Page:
McCartan then travelled to Moscow to meet Commissar for Foreign Affairs Georgy Chicherin. Again, he was made to wait several days before being granted a not particularly productive meeting. Chicherin said that the Irish republicans were ‘not in military control’ and even asked whether ‘if Russia gave [Ireland] recognition would the Irish people not expect more assistance than [Russia] could give [her]’? Of course, this was true after the Battle for Warsaw, but Chicherin was only looking for excuses to get rid of McCartan. According to McCartan, Chicherin was mainly interested in the Irish Citizen Army, not so much the republicans; he even said, correctly, that ‘[we] have been informed that [you] are hostile to communism’ and was convinced that the republican movement in Ireland ‘was inspired by American dollars’. Dollars had indeed been pretty much on de Valera’s mind when he embarked for the US. Finally, Chicherin came perhaps to the crux of the matter when he declared that ‘they could not assist [Irish republicans] with such things as rifles and ammunition’. McCartan would take the train and boat back home.

Roddy Connolly

Above: Roddy Connolly in 1976. In the summer of 1921 he was in Moscow for the Third Comintern Congress. (RTÉ Stills Library)

As for Roddy Connolly, he was in Moscow for the Third Comintern Congress in the summer of 1921, during which little was said on colonial issues and far more on the failure of revolution in Europe. He met Lenin and gave him a report entitled ‘The conditions of Ireland, 1 July 1921’, outlining the latest actions of the IRA and his unrealistic belief that the population could embrace communism provided that ‘considerable extraneous assistance’ was provided—in other words, Russian assistance. He also felt that the republican leadership would eventually agree with the British on dominion status for Ireland. He was right on the last point. On 6 December 1921 Arthur Griffith and Michael Collins signed the Anglo-Irish Treaty. A few months later the Civil War began, as the treaty fell far short of what de Valera and his followers wanted: a republic for the whole island. In London in February 1922 Leonid Krasin told Irish visitors that his government was willing to have ‘close political and commercial relations’ with the newly formed Irish Free State.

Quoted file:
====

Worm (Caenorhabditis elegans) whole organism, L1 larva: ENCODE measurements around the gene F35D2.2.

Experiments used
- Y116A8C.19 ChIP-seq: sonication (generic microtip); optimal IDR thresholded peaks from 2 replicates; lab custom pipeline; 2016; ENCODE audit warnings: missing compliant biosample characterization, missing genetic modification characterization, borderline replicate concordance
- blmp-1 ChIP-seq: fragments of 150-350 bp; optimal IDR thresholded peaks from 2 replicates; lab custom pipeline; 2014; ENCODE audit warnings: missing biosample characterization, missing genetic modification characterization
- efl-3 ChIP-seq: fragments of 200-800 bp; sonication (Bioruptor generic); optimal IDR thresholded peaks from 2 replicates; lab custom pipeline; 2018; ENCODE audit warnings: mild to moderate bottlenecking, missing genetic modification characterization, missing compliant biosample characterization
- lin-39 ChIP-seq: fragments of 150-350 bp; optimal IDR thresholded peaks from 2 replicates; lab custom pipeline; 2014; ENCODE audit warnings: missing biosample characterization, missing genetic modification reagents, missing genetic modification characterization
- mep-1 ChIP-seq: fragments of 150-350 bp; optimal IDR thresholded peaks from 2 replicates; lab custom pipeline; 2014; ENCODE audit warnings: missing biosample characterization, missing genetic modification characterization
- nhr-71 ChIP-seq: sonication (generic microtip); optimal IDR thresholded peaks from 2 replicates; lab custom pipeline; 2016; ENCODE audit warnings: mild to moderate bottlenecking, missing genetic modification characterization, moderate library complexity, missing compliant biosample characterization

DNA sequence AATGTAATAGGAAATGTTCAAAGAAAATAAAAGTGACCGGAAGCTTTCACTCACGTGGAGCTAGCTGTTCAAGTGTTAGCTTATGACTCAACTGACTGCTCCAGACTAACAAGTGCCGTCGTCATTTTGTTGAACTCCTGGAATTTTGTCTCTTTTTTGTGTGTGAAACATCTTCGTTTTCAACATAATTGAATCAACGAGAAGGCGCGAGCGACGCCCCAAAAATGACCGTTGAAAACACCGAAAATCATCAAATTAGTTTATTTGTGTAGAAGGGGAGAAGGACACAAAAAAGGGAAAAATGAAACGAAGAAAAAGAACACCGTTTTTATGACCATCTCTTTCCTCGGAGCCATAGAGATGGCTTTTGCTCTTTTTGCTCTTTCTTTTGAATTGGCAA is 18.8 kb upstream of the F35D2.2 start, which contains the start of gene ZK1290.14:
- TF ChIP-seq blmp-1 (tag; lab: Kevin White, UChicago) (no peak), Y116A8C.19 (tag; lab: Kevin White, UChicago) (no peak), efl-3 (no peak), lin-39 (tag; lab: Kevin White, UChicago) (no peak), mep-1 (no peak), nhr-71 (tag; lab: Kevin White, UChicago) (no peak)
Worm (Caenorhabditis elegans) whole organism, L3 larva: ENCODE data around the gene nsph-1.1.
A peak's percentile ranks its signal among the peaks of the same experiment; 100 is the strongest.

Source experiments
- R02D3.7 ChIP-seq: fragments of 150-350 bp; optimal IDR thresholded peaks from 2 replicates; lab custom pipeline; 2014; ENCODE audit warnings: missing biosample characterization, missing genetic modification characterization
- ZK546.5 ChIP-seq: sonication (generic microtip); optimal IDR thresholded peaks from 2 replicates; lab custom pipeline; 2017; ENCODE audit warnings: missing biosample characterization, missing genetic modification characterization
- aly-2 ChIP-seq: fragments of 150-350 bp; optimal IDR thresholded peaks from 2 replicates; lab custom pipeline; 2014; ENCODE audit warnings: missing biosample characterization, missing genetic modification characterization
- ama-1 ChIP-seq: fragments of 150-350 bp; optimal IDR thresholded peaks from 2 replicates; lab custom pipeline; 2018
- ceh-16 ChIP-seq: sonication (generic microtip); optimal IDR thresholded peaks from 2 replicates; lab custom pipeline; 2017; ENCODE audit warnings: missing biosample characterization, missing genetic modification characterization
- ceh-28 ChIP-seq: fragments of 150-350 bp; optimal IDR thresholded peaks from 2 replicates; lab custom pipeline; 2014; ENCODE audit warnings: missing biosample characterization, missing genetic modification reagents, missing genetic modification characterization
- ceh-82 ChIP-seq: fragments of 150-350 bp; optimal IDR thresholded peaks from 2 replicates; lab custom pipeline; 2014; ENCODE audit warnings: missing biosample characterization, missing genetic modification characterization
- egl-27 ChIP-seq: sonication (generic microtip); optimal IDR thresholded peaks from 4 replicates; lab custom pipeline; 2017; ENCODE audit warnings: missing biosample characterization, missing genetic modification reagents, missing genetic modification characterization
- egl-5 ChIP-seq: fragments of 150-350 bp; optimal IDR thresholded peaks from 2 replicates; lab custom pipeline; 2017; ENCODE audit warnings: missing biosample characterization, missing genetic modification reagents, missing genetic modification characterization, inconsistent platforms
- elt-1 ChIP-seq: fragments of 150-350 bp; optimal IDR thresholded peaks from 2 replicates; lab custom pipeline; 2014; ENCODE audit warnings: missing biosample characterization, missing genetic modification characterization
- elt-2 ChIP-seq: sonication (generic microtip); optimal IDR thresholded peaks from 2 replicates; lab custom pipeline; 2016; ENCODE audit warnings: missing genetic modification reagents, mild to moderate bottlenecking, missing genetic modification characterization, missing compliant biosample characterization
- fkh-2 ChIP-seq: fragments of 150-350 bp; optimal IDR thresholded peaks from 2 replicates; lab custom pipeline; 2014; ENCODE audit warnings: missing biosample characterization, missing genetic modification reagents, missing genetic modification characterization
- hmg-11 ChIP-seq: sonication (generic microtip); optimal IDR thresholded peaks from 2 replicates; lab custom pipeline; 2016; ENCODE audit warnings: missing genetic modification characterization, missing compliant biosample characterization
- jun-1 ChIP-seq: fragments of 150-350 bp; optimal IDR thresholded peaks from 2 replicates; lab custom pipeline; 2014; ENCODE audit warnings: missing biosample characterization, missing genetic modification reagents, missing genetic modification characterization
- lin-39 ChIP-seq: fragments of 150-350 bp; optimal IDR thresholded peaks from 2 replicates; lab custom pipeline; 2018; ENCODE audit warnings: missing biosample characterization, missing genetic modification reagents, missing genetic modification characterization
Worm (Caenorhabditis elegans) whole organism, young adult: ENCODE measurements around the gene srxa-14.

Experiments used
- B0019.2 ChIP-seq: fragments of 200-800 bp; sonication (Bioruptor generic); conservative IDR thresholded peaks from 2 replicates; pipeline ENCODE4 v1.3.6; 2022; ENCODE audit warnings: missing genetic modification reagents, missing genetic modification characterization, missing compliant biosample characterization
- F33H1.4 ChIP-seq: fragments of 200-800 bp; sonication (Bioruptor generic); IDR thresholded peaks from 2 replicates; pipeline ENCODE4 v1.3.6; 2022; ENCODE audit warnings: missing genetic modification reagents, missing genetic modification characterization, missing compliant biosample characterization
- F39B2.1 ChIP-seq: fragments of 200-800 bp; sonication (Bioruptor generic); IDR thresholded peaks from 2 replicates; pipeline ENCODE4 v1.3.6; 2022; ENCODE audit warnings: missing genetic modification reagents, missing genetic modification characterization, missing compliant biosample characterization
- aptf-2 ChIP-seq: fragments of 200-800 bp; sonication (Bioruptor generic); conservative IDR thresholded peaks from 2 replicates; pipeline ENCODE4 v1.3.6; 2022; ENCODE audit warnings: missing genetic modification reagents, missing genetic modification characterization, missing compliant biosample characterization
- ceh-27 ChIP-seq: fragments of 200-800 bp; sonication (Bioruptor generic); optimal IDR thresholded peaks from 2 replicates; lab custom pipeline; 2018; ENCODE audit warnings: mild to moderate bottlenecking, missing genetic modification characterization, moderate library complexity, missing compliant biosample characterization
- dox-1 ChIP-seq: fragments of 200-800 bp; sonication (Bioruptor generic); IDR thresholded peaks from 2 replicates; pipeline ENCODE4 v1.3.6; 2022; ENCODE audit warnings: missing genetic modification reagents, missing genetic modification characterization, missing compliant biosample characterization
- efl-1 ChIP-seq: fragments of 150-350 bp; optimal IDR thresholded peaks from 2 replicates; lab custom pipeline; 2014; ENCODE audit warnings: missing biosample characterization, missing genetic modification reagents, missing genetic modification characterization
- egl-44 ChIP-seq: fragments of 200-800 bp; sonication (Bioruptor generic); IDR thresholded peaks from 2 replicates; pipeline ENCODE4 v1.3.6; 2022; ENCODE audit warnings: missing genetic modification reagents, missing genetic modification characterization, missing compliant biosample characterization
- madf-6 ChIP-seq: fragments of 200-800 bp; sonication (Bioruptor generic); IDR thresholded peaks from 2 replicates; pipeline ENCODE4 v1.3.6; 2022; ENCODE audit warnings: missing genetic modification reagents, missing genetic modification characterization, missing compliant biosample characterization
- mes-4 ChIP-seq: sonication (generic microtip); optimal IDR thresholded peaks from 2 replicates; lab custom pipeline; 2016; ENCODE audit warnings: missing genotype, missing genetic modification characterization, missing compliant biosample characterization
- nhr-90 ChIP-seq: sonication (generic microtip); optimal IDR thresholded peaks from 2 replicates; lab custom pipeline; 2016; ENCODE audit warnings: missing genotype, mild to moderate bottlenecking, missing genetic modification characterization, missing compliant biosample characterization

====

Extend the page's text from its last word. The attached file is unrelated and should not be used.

In July 1922, still in London, Connolly told Mikhail Borodin of the Comintern that the IRA would be able to wage guerrilla warfare, obliging the British army to intervene and resulting in the destruction of the Free State. Borodin did not mince his words: ‘It is my firm opinion that they will crush the republicans … It is really laughable to fight the Free State on a sentimental plea. They want a Republic. What the hell do they want a Republic for?’ Borodin was right in his prediction, but showed that idealism for small nationalities was only of interest to the Bolshevik leadership if it suited its interests at the right moment. In the end, early Irish–Soviet relations were realpolitik all round. It was only in the mid-1970s that both countries established official diplomatic relations.

Jérôme aan de Wiel lectures in history in the School of History, University College Cork.

FURTHER READING

J. aan de Wiel, The Irish factor, 1899–1919: Ireland’s strategic and diplomatic importance for foreign powers (Dublin, 2008).

E. Mawdsley, The Russian Civil War (Edinburgh, 2011).

A. Mitchell, Revolutionary government in Ireland: Dáil Éireann 1919–22 (Dublin, 1995).

E. O’Connor, Reds and the Green: Ireland, Russia and the communist internationals 1919–43 (Dublin, 2004).